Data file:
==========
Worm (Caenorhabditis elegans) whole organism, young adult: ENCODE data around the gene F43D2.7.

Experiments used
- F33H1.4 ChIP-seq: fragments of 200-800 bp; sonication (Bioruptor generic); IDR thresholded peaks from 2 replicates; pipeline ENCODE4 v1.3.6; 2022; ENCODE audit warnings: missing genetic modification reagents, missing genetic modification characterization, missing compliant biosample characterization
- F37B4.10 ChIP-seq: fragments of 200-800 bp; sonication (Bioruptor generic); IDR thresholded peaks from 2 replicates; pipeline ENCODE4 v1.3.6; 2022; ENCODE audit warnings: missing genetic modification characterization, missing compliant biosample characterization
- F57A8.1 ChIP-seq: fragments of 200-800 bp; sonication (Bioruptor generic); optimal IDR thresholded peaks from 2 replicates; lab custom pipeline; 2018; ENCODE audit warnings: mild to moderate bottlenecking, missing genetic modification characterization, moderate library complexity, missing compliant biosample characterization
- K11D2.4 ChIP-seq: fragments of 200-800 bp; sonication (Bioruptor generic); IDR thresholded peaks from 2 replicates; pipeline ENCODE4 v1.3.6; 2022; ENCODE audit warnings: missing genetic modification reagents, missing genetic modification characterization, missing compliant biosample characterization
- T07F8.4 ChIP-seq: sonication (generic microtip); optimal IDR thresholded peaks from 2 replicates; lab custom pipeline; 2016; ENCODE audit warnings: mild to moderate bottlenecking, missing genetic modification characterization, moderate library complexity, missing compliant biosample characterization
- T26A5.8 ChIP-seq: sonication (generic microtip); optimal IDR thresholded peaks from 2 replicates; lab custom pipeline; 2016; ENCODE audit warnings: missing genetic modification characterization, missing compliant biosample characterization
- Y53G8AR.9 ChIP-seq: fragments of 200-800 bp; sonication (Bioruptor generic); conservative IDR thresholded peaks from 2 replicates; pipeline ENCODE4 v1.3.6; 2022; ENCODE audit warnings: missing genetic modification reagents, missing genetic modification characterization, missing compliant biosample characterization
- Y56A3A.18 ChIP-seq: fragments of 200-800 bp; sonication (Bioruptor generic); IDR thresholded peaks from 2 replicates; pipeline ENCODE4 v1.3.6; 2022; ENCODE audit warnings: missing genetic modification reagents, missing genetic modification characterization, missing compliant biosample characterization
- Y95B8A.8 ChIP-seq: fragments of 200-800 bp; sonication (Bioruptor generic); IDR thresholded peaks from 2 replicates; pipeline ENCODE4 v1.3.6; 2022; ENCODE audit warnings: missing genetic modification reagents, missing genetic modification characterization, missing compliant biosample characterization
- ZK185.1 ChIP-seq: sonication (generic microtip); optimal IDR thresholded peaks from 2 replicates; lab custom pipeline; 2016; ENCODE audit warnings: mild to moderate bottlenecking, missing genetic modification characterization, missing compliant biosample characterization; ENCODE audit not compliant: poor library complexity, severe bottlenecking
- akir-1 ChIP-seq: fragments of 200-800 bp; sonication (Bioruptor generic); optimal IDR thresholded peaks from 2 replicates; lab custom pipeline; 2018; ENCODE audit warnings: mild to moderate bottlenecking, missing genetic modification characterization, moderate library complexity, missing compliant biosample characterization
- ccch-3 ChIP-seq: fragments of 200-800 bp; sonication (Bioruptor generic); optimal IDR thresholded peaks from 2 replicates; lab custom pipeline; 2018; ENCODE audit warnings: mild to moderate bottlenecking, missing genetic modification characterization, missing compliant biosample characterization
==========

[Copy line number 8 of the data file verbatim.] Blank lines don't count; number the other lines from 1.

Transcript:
- T26A5.8 ChIP-seq: sonication (generic microtip); optimal IDR thresholded peaks from 2 replicates; lab custom pipeline; 2016; ENCODE audit warnings: missing genetic modification characterization, missing compliant biosample characterization